Managing against a decline in “physician hours worked”

Last week a health system chief medical officer asked if we were hearing other systems complain of difficulties in securing call coverage for key specialties, particularly orthopedics, GI and urology. We agreed: with proceduralists building larger outpatient businesses, often funded by investors, there is less incentive for groups to support hospital call. To fill the gaps, hospitals are having to negotiate lucrative deals for coverage, and the market feels like the “deal for every doc” years in the early 2000s, when specialists had leverage to negotiate bespoke partnership contracts. In this leader’s case, he ended up brokering a deal with gastroenterologists to serve in a hospital-based role, providing in-house coverage for consults. “These docs are able to make $600K a year, working about 30 hours per week. It’s insane,” he lamented. 
But beyond the cost of talent, he was concerned about the larger ramifications of these kind of roles on physician supply. “I’ve been thinking about a metric along the lines of ‘lifetime physician hours worked’, and how that has changed over time,” he shared. He explained that physicians of his generation expected to work 60- to 80- hour weeks for most of their careers. Most younger doctors want to work much less, say 40 or 50 hours.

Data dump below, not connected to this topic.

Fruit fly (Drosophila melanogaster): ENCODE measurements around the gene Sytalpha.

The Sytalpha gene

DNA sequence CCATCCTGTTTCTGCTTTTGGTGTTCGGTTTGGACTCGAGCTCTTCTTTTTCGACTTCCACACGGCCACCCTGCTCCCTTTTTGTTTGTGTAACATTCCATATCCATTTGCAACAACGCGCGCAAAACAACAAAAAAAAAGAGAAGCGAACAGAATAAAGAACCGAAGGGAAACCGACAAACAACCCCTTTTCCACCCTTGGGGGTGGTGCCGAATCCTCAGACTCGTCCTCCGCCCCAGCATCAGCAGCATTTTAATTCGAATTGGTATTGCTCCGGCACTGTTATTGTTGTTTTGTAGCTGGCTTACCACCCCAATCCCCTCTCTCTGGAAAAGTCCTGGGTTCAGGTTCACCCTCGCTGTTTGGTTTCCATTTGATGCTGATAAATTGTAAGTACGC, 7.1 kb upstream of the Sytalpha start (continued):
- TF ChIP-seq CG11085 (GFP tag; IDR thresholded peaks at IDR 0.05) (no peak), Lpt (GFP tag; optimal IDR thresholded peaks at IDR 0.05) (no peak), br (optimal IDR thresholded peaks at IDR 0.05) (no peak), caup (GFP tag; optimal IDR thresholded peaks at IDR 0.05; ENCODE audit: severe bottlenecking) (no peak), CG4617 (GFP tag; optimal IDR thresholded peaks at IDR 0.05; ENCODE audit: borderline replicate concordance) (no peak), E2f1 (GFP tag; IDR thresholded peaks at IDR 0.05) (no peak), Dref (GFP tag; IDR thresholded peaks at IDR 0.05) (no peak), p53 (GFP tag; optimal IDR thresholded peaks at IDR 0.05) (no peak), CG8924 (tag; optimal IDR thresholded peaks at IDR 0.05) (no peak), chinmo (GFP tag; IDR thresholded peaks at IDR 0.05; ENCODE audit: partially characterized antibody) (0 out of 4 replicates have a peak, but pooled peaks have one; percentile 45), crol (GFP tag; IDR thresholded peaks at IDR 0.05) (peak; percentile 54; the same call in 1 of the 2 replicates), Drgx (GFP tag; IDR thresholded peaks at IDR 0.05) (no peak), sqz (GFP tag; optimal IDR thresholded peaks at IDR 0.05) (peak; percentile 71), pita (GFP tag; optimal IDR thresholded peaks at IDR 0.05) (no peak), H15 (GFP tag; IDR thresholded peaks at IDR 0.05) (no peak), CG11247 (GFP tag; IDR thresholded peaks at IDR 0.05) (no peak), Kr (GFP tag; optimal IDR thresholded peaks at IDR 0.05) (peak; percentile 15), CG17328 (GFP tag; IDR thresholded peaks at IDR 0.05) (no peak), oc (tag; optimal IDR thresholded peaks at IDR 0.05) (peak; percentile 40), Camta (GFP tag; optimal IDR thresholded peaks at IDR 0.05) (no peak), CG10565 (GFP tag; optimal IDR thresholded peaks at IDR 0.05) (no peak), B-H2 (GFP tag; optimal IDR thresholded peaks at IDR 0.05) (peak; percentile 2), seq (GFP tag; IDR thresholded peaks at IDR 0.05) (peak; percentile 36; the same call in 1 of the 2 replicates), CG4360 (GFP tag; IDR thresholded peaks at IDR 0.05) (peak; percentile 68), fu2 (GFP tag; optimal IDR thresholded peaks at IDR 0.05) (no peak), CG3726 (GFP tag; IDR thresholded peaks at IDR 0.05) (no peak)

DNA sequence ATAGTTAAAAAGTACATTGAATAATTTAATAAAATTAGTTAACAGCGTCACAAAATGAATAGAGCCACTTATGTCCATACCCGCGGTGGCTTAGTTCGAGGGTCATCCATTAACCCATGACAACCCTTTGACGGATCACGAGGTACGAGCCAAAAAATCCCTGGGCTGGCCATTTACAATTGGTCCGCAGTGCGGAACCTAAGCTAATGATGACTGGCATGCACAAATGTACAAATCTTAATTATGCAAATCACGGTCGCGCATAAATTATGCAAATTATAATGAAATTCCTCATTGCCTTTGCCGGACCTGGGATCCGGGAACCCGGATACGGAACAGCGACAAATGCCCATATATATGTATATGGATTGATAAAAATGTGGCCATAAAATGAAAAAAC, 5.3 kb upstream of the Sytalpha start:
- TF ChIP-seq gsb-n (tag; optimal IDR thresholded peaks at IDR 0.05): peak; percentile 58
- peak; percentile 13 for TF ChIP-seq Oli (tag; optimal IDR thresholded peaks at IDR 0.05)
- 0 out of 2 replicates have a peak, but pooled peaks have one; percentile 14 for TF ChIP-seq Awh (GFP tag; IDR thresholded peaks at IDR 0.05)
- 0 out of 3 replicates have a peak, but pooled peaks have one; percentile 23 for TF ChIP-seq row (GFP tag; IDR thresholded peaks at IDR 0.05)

Over a forty-year career, he calculated, the healthcare system could get 36,800, or roughly a third fewer, “lifetime work-hours” from a doctor starting today. And most early-career doctors also plan to retire younger. “Now don’t get me wrong,” he continued, “We probably worked too hard, and these younger guys are onto something.” But he was concerned about the ramifications for physician supply, and posited we are poised for a deep shortage of clinical talent.

Creating the future physician workforce will require not only training more doctors, but also finding ways to make their work hours more efficient, with greater use of technology and other caregivers, who must also be trained in greater numbers. It takes at least four years to train a nurse, and nearly a decade before a student entering medical school today becomes a practicing physician—we can’t afford such a long lag time before more physician capacity comes online.

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